Two weekends ago I made a trip to Victoria to watch the national rugby team take on Argentina in the Americas Cup final. I used to play the sport, and now I do everything I can to support it.
Canada lost by a 23-14 final score, but as usual the scoreboard didn’t tell the whole story. Canada missed nine points in penalty kicks, and a couple of questionable calls by the ref led to two of Argentina’s tries. And it was close until the very end.
Canada probably could have fielded a slightly better side if the game was more important in the scheme of things. A lot of Canada’s top players are overseas right now playing for pro clubs in the U.K., New Zealand and elsewhere (although Argentina could probably say the same thing).
Despite the loss, I don’t think anybody was unhappy at the end of 80-plus minutes. Argentina is ranked 10th right now and Canada, sitting 14th, made the case that they’re ready for the top 10. The Canadians played heroically against a big and very skilled team, and almost came up with the win. It wasn’t hard to feel proud walking out of the new stadium — and Rugby Canada’s new official training centre — in Langford on Saturday night.
It’s difficult to imagine it, but all of those players that put on a Canadian jersey for that game and played their hearts out were essentially volunteers. They do get some support here and there, and a few of them do have small pro contracts to play elsewhere, but for the most part these guys are sacrificing years of their life to be able to play for Canada.
You could say that it’s an honour to be picked to play for the national team in any sport, and it is — but really, the honour is all ours.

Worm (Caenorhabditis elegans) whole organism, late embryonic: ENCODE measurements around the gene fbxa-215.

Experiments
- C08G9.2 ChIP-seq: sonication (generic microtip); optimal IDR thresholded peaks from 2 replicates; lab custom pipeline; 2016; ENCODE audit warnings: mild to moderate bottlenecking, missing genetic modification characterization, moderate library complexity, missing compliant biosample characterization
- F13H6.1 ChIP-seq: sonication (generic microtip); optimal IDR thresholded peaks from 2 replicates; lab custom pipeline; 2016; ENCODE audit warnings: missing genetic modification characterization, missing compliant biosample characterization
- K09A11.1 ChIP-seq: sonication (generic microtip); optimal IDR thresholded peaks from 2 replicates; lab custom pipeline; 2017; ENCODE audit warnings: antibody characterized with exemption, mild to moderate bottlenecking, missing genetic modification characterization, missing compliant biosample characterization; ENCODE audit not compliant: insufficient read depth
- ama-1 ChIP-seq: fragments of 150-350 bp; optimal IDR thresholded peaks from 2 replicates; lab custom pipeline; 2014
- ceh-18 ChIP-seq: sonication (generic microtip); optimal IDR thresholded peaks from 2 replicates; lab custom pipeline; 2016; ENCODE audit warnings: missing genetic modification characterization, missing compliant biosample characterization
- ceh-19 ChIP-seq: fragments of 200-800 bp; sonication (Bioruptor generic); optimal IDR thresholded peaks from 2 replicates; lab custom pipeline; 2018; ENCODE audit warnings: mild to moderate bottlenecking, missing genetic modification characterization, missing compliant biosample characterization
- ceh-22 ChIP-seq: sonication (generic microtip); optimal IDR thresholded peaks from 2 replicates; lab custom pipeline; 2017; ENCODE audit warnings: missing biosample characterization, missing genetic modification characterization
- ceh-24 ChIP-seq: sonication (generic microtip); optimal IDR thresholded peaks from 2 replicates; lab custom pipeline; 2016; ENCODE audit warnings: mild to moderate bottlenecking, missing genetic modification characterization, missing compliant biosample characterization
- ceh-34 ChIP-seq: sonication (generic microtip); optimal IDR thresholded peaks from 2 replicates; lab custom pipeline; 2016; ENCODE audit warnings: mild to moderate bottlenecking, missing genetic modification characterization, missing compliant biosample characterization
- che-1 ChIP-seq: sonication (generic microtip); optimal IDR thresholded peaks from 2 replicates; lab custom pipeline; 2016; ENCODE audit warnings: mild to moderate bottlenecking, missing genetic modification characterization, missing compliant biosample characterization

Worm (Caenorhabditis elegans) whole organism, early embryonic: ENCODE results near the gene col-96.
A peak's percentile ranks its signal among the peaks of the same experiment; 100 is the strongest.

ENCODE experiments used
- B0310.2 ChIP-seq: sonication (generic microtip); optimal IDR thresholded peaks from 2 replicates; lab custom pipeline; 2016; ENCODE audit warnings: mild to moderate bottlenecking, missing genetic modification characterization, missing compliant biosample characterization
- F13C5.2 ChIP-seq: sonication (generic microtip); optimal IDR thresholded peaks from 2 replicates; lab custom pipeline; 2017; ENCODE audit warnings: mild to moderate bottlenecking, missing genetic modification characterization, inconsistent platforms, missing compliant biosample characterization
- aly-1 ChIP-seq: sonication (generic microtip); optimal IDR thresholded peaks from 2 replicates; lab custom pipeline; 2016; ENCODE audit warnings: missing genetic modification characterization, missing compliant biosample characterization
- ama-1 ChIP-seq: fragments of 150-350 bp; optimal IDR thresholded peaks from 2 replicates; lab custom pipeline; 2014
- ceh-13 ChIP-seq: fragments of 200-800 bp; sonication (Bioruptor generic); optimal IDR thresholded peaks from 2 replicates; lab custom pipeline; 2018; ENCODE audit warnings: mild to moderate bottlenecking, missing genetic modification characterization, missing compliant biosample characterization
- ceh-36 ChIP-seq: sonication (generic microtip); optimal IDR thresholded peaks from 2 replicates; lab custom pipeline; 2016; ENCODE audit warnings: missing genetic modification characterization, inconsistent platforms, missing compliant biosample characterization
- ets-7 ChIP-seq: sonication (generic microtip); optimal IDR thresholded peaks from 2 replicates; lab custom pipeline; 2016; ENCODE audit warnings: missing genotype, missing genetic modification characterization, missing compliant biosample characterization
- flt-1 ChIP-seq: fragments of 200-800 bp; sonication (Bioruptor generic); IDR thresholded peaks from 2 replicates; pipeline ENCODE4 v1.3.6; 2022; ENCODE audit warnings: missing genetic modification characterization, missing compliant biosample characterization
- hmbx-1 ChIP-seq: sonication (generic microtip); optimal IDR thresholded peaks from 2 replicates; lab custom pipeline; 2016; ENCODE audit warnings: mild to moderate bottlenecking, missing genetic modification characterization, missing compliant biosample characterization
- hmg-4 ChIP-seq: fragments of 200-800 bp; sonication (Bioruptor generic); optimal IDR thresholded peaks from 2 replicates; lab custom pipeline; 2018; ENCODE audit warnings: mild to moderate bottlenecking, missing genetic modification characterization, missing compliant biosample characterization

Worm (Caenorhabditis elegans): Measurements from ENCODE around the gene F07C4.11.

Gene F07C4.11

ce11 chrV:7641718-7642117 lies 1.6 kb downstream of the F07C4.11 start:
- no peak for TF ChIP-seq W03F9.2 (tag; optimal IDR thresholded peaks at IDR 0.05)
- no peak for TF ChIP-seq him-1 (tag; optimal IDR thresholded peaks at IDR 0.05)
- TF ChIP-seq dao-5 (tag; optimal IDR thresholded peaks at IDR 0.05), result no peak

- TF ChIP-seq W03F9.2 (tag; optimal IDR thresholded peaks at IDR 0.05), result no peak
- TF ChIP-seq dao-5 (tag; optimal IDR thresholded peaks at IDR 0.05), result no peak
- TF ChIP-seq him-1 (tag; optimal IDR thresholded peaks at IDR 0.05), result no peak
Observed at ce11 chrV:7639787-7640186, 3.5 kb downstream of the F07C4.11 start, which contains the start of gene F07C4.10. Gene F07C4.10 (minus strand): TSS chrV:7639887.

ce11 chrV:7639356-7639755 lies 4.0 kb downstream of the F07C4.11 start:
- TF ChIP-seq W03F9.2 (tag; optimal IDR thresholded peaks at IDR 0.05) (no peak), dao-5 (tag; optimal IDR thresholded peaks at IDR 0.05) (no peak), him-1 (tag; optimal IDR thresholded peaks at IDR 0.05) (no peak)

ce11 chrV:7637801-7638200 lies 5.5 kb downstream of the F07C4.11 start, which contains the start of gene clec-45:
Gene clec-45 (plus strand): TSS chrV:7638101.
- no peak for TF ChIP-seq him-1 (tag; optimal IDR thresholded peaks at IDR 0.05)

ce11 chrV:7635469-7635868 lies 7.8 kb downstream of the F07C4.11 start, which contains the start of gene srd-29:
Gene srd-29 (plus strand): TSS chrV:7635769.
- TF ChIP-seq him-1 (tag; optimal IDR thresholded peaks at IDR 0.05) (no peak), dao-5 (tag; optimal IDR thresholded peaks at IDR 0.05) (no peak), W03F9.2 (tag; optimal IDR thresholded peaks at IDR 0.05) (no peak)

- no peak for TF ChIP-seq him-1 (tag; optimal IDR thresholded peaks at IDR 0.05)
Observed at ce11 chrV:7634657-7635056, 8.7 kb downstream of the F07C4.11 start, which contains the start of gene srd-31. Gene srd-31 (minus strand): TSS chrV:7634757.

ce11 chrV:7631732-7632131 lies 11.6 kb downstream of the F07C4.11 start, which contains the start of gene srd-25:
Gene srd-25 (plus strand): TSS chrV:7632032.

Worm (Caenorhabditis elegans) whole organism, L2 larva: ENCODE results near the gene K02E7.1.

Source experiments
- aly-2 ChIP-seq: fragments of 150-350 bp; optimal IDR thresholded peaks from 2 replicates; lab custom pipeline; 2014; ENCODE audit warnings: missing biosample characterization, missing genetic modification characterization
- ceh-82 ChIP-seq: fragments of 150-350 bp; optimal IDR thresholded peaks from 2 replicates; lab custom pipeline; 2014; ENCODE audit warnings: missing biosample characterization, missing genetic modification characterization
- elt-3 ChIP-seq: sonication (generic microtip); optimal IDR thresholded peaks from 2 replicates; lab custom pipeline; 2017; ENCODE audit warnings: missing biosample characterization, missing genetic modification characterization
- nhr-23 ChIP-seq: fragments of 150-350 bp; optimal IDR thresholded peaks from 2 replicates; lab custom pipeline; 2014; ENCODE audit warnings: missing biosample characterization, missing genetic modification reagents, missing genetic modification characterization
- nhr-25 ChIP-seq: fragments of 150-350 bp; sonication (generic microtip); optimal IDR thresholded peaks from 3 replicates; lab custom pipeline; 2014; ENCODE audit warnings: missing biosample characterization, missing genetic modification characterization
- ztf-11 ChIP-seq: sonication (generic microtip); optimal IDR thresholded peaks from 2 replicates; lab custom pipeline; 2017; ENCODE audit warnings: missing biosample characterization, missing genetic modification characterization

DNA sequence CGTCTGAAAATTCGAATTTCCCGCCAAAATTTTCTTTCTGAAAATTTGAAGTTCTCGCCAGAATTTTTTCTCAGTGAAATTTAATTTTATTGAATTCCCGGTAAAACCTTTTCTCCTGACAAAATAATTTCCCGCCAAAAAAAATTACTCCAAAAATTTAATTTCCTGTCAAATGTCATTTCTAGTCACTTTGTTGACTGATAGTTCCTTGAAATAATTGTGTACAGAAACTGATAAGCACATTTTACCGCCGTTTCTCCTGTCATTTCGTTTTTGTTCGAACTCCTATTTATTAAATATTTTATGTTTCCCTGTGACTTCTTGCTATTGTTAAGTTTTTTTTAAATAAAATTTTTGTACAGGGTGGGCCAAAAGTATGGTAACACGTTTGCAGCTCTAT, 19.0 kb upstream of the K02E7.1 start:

As we head into another Olympics it’s good to remember just how much athletes of all stripes sacrifice of themselves to reach the top. They spend an incredible amount of time and money (often their own) and put their bodies on the line. Snowboardcross champion Maëlle Ricker has had 10 knee surgeries so far and she’s still racing for Canada! That’s something deserves recognition and celebration. And funding.
Some athletes are in it for themselves to a degree. There are pro contracts and sponsorships up for grabs is some sports, and some athletes are compensated quite well for their pains. But sponsorships aren’t what they used to be in this country and not every athlete that makes the national team is going to become the new face of RBC or McDonald’s or McCain frozen juice.
And even when the money is there it’s not the whole story. NHL players have no financial incentive whatsoever to play for Canada, and are actually risking their future earnings by agreeing to play — and yet every Canadian player in the league would be on a plane to Sochi in February if they could.
Right now our amateur athletes do get a few perks, providing they meet all the right criteria. Some athletes qualify for the federal Athlete Assistance Program, and can receive up to $1,500 a month to help with living expenses. Athletes can also benefit from team sponsors and personal sponsors, get some personal funding through their Nationals Sport Organization (NSO), earn prize money, apply for grants or earn awards and scholarships. They can even get university tuition paid for when they’re done competing, based on the numbers of years they were with the national team.
The problem is that this level of support — if it’s even enough for athletes — only goes to the best of the best, guaranteed medal hopefuls in the sports that happen to be designated “Olympic.” For example, World Cup downhill champion Steve Smith from Nanaimo wouldn’t qualify for many of these programs because the Olympic Committee hasn’t made it an Olympic sport.
We can do a lot better for our athletes. I guarantee they’re doing everything they can for us.